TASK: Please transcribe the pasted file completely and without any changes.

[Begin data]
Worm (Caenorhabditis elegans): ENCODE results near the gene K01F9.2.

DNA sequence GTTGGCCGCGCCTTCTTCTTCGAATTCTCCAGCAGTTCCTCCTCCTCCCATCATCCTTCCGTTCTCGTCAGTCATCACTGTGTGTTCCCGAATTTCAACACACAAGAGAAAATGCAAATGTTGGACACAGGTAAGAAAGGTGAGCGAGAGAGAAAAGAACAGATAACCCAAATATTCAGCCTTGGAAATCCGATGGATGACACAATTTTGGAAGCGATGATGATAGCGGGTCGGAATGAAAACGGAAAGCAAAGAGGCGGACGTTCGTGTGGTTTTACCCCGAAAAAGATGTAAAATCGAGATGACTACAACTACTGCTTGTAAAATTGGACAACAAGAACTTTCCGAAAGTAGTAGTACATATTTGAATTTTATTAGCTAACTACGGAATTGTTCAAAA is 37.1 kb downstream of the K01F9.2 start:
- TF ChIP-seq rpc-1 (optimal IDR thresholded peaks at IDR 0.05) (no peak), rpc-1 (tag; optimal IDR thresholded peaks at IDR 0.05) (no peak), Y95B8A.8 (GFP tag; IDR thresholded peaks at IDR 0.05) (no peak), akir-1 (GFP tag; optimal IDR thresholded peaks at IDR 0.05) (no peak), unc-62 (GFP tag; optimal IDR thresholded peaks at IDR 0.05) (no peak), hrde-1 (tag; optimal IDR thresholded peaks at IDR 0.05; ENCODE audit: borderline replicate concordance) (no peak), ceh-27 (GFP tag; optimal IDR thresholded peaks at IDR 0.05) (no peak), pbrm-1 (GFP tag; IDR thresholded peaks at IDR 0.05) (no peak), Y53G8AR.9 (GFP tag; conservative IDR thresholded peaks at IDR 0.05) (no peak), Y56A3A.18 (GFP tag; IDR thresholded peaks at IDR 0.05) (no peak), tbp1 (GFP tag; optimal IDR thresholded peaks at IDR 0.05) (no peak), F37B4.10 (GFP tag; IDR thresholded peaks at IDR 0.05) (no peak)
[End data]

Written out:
Worm (Caenorhabditis elegans): ENCODE results near the gene K01F9.2.

DNA sequence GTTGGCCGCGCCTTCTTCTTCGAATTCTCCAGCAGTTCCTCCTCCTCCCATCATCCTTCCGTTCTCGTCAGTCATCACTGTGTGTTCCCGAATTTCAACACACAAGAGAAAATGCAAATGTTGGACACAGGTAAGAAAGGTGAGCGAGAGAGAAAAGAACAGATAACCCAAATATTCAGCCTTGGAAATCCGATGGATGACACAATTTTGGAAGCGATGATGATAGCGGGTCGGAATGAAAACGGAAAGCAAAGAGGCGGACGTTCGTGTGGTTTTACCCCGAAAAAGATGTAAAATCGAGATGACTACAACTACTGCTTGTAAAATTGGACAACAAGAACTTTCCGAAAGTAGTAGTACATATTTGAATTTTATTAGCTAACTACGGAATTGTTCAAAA is 37.1 kb downstream of the K01F9.2 start:
- TF ChIP-seq rpc-1 (optimal IDR thresholded peaks at IDR 0.05) (no peak), rpc-1 (tag; optimal IDR thresholded peaks at IDR 0.05) (no peak), Y95B8A.8 (GFP tag; IDR thresholded peaks at IDR 0.05) (no peak), akir-1 (GFP tag; optimal IDR thresholded peaks at IDR 0.05) (no peak), unc-62 (GFP tag; optimal IDR thresholded peaks at IDR 0.05) (no peak), hrde-1 (tag; optimal IDR thresholded peaks at IDR 0.05; ENCODE audit: borderline replicate concordance) (no peak), ceh-27 (GFP tag; optimal IDR thresholded peaks at IDR 0.05) (no peak), pbrm-1 (GFP tag; IDR thresholded peaks at IDR 0.05) (no peak), Y53G8AR.9 (GFP tag; conservative IDR thresholded peaks at IDR 0.05) (no peak), Y56A3A.18 (GFP tag; IDR thresholded peaks at IDR 0.05) (no peak), tbp1 (GFP tag; optimal IDR thresholded peaks at IDR 0.05) (no peak), F37B4.10 (GFP tag; IDR thresholded peaks at IDR 0.05) (no peak)